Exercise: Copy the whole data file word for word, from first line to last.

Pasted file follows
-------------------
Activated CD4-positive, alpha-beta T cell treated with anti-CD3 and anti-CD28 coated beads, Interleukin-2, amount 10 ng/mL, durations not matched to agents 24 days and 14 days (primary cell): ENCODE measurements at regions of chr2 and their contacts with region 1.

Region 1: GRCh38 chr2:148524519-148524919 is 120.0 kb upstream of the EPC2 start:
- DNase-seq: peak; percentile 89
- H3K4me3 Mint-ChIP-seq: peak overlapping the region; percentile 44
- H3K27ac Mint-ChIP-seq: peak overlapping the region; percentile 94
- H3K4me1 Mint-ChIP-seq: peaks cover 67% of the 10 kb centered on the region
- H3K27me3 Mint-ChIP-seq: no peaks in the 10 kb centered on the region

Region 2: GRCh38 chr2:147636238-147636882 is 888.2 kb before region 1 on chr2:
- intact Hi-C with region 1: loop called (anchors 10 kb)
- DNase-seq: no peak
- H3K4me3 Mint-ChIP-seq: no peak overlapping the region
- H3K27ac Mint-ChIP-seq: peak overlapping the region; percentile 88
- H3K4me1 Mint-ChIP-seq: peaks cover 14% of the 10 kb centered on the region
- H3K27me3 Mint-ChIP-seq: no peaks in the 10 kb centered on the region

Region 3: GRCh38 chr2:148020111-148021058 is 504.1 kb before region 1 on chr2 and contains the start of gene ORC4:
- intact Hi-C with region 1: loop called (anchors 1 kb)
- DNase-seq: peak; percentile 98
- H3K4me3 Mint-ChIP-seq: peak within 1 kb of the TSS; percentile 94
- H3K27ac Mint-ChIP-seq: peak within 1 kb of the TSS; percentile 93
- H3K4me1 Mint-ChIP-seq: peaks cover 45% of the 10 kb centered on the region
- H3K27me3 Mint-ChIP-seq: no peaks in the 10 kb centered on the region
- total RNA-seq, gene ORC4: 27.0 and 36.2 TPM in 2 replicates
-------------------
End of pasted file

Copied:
Activated CD4-positive, alpha-beta T cell treated with anti-CD3 and anti-CD28 coated beads, Interleukin-2, amount 10 ng/mL, durations not matched to agents 24 days and 14 days (primary cell): ENCODE measurements at regions of chr2 and their contacts with region 1.

Region 1: GRCh38 chr2:148524519-148524919 is 120.0 kb upstream of the EPC2 start:
- DNase-seq: peak; percentile 89
- H3K4me3 Mint-ChIP-seq: peak overlapping the region; percentile 44
- H3K27ac Mint-ChIP-seq: peak overlapping the region; percentile 94
- H3K4me1 Mint-ChIP-seq: peaks cover 67% of the 10 kb centered on the region
- H3K27me3 Mint-ChIP-seq: no peaks in the 10 kb centered on the region

Region 2: GRCh38 chr2:147636238-147636882 is 888.2 kb before region 1 on chr2:
- intact Hi-C with region 1: loop called (anchors 10 kb)
- DNase-seq: no peak
- H3K4me3 Mint-ChIP-seq: no peak overlapping the region
- H3K27ac Mint-ChIP-seq: peak overlapping the region; percentile 88
- H3K4me1 Mint-ChIP-seq: peaks cover 14% of the 10 kb centered on the region
- H3K27me3 Mint-ChIP-seq: no peaks in the 10 kb centered on the region

Region 3: GRCh38 chr2:148020111-148021058 is 504.1 kb before region 1 on chr2 and contains the start of gene ORC4:
- intact Hi-C with region 1: loop called (anchors 1 kb)
- DNase-seq: peak; percentile 98
- H3K4me3 Mint-ChIP-seq: peak within 1 kb of the TSS; percentile 94
- H3K27ac Mint-ChIP-seq: peak within 1 kb of the TSS; percentile 93
- H3K4me1 Mint-ChIP-seq: peaks cover 45% of the 10 kb centered on the region
- H3K27me3 Mint-ChIP-seq: no peaks in the 10 kb centered on the region
- total RNA-seq, gene ORC4: 27.0 and 36.2 TPM in 2 replicates